Thursday, April 2, 2009

Hysterical: Sully denies nihilism, accuses conservatives of psychopathology

Quoted by Ta-Nehesi Coates:
I don't think it's possible to believe [the gay rights agenda threatens traditional families] without, at some level, engaging in homophobia - literally an irrational and exaggerated fear that the gay somehow always obliterates the straight, or that 2 percent somehow always controls the fate of 98 percent.
This is where paranoia and panic take over. It is where homophobia most feels like anti-Semitism.
Sullivan's finger-pointing j'accuse is enthusiastically endorsed by Coates, of course. Amazing how these "intellectuals" -- including Sullivan, who pretends to the humlity of Oakeshott -- just know these things, eh? To oppose their politics is to be guilty of bigotry, per se, with them acting as judge, jury and executioner.

Myself, I profess to be a man of "untaught feelings," as described by Edmund Burke:
You see, that in this enlightened age I am bold enough to confess, that [the English] are generally men of untaught feelings; that instead of casting away all our old prejudices, we cherish them to a very considerable degree, and to take more shame to ourselves, we cherish them because they are prejudices; and the longer they have lasted, and the more generally they have prevailed, the more we cherish them. . . . Prejudice is of ready application in the emergency; it previously engages the mind in a steady course of wisdom and virtue, and does not leave the man hesitating in the moment of decision, skeptical, puzzled and unresolved. Prejudice renders a man's virtue his habit; and not a series of unconnected acts. Through just prejudice, his duty becomes a part of his nature.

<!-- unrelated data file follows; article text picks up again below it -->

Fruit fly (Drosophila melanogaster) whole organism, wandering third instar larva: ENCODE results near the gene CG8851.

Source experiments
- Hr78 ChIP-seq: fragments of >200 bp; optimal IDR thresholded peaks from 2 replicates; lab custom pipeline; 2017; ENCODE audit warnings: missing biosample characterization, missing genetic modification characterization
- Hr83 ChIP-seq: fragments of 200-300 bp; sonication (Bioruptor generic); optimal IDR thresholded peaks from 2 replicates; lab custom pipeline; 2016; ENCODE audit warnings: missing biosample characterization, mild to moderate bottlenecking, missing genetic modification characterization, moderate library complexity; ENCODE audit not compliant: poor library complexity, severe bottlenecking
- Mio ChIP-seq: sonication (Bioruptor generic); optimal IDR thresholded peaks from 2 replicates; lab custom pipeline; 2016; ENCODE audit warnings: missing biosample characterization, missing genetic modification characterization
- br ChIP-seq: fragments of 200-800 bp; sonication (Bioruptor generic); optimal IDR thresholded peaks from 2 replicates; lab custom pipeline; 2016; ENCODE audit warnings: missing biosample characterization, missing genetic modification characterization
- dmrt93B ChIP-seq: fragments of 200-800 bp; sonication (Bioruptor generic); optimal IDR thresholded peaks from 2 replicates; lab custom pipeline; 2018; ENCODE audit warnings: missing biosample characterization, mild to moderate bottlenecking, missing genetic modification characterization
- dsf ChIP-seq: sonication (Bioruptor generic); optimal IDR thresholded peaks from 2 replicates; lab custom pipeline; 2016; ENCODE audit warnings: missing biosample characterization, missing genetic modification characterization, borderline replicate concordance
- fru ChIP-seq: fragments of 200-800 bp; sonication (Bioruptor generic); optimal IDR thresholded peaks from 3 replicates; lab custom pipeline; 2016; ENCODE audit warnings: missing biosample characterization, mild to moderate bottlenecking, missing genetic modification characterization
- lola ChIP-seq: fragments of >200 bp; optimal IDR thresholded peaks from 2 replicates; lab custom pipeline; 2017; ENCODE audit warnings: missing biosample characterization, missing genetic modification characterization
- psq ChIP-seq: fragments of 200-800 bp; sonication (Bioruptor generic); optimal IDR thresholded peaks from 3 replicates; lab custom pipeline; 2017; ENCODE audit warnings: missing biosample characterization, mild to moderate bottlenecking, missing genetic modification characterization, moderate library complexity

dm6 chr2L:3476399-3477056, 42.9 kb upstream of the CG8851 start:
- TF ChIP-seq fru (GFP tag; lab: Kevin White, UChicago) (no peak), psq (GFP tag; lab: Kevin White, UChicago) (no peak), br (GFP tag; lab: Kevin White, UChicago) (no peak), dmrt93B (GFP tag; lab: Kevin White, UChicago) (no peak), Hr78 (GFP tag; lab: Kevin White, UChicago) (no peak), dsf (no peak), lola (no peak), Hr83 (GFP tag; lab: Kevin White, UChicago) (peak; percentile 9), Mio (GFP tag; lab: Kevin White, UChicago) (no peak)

The accustomed habits of a society are not to be cast away willy-nilly merely because some radicals conspire to convince us that innocent people are victimized by our traditions. As to the 2% versue the 98% of which Sullivan speaks, should the tail wag the dog? Ought one of our most fundamental institutions be redefined on behalf of the minority of gays who seek legal recognition for their couplings?

Sully and his friends insult conservatives by supposing us to be cowards. If we disagree on what is, at heart, a question of policy, we are accused of vicious hatefulness. Indeed, we are said to be suffering from a psychological disorder, homophobia. To this insult -- and their arrogant supposition that we are too stupid to know when we are being insulted -- I quote one of the great heroes of cinema.
"Don't piss down my back and tell me it's raining."
-- The Outlaw Josey Wales (1976)
The discourse Sully means to have with us:
Sully: You're stupid.
Us: Excuse me?
Sully: You're mentally ill, too.
Us: What the . . .?
Sully: Hatemonger!
Us: Boy, I'm about to whup you.
Sully: Fascist!
He does not argue in good faith. We have on our side ancient tradition and religious orthodoxy. He has on his side the prestige of the intellectual elite. Ergo, we are ignorant rabble, and he is so infinitely superior to us that he can insult us with impunity, and we dare not even take notice of the insult.

UPDATE: Re-reading this, I realize I failed to explain why I said Sully and those like him (who pretend to an expertise at diagnosing the mental malady homophobia) "insult conservatives by supposing us to be cowards."

What I mean is that they seem to assume that we are so afraid of this pejorative label that, merely by accusing us of being "homophobes," they'll cause us to cede the premise of their argument. They make the same assumption when they throw around epithets like "racist," "nativist," "McCarthyite," etc.

These negative labels are intended to pre-empt argument, to throw one's antagonist onto the defensive so that he wastes time defending himself against this label, rather than discussing the subject at hand. And there is good reason why Sullivan supposes conservatives to be cowards in this regard: Because many conservatives are.